The palace (residence) of the high priest, Joseph Caiaphas

First century road leading up to the area of Caiaphas' Palace.

Caiaphas was a historical figure whose name is forever associated with the crucifixion of Jesus. His full name was Joseph Caiaphus, something that was attested to by first century historian Josephus and also by the inscription on his burial ossuary. Joseph, was a son-in-law of Annas (see John 18:13), who filled the post of high priest circa 18-36 A.D., before being subsequently deposed by a Roman official (specifically Vitellius, see Josephus, Antiquities of the Jews 18.2.2; 18.4.3). Scriptures tell us that he was already holding the office of high priest at the time of John the Baptist's ministry (Luke 3:2).

John 11:47-53 [Following Jesus raising Lazarus from the dead...] Then the chief priests and the Pharisees called a meeting of the Sanhedrin. "What are we accomplishing?" they asked. "Here is this man performing many miraculous signs. 48 If we let him go on like this, everyone will believe in him, and then the Romans will come and take away both our place and our nation." 49 Then one of them, named Caiaphas, who was high priest that year, spoke up, "You know nothing at all! 50 You do not realize that it is better for you that one man die for the people than that the whole nation perish." 51 He did not say this on his own, but as high priest that year he prophesied that Jesus would die for the Jewish nation, 52 and not only for that nation but also for the scattered children of God, to bring them together and make them one. 53 So from that day on they plotted to take his life. (NIV)

Matthew 26:3-4 Then the chief priests and the elders of the people assembled in the palace of the high priest, whose name was Caiaphas, 4 and they plotted to arrest Jesus in some sly way and kill him. (NIV)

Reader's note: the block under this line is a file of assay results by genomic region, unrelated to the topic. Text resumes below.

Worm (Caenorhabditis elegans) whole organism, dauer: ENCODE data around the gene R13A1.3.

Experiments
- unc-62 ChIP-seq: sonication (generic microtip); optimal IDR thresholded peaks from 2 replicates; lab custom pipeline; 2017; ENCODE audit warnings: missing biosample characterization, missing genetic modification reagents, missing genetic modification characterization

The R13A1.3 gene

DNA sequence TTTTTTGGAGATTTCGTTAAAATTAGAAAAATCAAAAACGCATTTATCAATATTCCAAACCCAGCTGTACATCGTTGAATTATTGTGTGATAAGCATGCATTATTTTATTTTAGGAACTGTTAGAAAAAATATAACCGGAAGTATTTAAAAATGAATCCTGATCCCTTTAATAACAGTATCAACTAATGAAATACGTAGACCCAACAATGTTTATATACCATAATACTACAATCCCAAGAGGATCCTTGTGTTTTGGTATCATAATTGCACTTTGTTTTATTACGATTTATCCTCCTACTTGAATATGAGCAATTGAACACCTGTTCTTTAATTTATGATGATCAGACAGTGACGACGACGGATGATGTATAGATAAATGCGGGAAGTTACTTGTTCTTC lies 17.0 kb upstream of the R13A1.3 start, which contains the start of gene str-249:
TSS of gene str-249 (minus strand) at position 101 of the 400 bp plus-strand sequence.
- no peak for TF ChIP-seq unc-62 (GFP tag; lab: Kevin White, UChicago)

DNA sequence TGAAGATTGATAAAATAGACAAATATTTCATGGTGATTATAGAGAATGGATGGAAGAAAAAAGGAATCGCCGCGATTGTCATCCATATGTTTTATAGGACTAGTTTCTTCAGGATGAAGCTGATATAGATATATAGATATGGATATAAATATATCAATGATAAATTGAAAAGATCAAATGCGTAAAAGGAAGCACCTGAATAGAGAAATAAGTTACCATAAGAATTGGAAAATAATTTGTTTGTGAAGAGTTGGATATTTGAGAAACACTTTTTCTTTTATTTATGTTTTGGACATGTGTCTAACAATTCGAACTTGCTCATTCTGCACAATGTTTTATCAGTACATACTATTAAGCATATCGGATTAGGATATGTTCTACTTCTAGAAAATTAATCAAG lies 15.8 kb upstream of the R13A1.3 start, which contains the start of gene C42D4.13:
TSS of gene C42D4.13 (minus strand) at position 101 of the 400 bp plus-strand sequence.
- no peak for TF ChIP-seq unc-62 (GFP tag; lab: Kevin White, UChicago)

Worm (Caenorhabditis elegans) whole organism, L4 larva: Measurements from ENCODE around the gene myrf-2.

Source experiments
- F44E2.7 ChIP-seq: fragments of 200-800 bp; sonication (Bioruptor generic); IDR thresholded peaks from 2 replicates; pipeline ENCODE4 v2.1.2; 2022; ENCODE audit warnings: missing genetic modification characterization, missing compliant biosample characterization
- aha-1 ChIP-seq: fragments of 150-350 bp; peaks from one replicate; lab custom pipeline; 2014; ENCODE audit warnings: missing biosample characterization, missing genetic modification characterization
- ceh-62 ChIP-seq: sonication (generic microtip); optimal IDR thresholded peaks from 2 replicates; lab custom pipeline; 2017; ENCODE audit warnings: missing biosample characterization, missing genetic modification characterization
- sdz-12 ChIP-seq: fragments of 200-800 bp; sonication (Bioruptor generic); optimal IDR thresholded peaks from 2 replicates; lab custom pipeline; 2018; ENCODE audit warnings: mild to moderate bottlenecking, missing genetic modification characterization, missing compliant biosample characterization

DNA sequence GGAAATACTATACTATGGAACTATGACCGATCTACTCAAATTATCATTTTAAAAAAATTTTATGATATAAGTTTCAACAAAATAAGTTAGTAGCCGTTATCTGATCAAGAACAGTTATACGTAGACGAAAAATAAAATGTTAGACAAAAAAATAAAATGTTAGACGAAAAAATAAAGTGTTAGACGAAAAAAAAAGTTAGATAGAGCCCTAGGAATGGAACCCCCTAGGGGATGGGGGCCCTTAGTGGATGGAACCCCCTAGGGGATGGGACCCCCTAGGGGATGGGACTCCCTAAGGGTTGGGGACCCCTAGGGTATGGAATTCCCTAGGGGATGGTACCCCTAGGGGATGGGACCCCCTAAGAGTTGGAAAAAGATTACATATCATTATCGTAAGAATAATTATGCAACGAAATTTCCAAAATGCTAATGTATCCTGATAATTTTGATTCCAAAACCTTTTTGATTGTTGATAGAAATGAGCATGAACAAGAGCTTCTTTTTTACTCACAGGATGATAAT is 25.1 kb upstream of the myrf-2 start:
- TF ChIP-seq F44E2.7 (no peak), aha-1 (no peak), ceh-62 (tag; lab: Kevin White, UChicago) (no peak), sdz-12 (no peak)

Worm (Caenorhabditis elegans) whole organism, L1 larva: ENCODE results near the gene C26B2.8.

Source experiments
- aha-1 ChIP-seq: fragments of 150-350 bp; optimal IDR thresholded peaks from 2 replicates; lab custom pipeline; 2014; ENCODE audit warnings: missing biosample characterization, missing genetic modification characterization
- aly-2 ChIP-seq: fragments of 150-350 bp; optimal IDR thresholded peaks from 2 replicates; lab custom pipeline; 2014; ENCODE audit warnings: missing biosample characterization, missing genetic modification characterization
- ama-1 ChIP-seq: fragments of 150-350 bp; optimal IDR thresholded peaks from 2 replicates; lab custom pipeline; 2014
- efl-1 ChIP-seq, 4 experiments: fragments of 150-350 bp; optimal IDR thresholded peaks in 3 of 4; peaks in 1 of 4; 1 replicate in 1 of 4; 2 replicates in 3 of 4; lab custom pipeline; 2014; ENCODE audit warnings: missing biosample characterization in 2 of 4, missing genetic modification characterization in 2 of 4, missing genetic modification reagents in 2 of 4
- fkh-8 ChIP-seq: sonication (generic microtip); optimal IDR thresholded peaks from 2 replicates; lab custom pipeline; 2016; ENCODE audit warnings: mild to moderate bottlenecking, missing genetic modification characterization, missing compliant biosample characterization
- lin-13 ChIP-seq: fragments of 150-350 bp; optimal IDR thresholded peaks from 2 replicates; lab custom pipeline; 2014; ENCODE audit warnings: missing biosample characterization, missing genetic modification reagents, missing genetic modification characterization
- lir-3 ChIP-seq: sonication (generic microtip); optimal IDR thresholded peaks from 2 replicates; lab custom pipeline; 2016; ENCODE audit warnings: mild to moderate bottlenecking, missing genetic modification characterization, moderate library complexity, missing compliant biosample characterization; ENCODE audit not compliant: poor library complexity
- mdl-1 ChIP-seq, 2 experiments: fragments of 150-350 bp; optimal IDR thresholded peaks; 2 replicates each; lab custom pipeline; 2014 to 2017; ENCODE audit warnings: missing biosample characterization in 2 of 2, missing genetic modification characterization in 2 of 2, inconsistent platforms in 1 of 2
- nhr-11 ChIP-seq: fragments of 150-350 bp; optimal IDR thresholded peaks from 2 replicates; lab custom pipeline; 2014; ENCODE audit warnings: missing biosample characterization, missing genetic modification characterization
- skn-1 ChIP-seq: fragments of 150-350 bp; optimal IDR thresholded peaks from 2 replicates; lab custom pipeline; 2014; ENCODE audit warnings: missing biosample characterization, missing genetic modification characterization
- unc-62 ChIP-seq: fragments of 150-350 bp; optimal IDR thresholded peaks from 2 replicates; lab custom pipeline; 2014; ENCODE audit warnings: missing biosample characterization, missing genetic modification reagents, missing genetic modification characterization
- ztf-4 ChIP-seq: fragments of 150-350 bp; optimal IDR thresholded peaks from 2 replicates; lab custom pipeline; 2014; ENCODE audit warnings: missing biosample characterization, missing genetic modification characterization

Matthew 26:49-75 Going at once to Jesus, Judas said, "Greetings, Rabbi!" and kissed him. 50 Jesus replied, "Friend, do what you came for." Then the men stepped forward, seized Jesus and arrested him. 51 With that, one of Jesus' companions reached for his sword, drew it out and struck the servant of the high priest, cutting off his ear. 52 "Put your sword back in its place," Jesus said to him, "for all who draw the sword will die by the sword. 53 Do you think I cannot call on my Father, and he will at once put at my disposal more than twelve legions of angels? 54 But how then would the Scriptures be fulfilled that say it must happen in this way?" 55 At that time Jesus said to the crowd, "Am I leading a rebellion, that you have come out with swords and clubs to capture me? Every day I sat in the temple courts teaching, and you did not arrest me. 56 But this has all taken place that the writings of the prophets might be fulfilled." Then all the disciples deserted him and fled. 57 Those who had arrested Jesus took him to Caiaphas , the high priest, where the teachers of the law and the elders had assembled. 58 But Peter followed him at a distance, right up to the courtyard of the high priest. He entered and sat down with the guards to see the outcome. 59 The chief priests and the whole Sanhedrin were looking for false evidence against Jesus so that they could put him to death. 60 But they did not find any, though many false witnesses came forward. Finally two came forward 61 and declared, "This fellow said, 'I am able to destroy the temple of God and rebuild it in three days.'" 62 Then the high priest stood up and said to Jesus, "Are you not going to answer? What is this testimony that these men are bringing against you?" 63 But Jesus remained silent. The high priest said to him, "I charge you under oath by the living God: Tell us if you are the Christ, the Son of God." 64 "Yes, it is as you say," Jesus replied. "But I say to all of you: In the future you will see the Son of Man sitting at the right hand of the Mighty One and coming on the clouds of heaven." 65 Then the high priest tore his clothes and said, "He has spoken blasphemy! Why do we need any more witnesses? Look, now you have heard the blasphemy. 66 What do you think?" "He is worthy of death," they answered. 67 Then they spit in his face and struck him with their fists. Others slapped him 68 and said, "Prophesy to us, Christ. Who hit you?" 69 Now Peter was sitting out in the courtyard, and a servant girl came to him. "You also were with Jesus of Galilee," she said. 70 But he denied it before them all. "I don't know what you're talking about," he said. 71 Then he went out to the gateway, where another girl saw him and said to the people there, "This fellow was with Jesus of Nazareth." 72 He denied it again, with an oath: "I don't know the man!" 73 After a little while, those standing there went up to Peter and said, "Surely you are one of them, for your accent gives you away." 74 Then he began to call down curses on himself and he swore to them, "I don't know the man!" Immediately a rooster crowed. 75 Then Peter remembered the word Jesus had spoken: "Before the rooster crows, you will disown me three times." And he went outside and wept bitterly. (NIV) [Also John 18:12-28]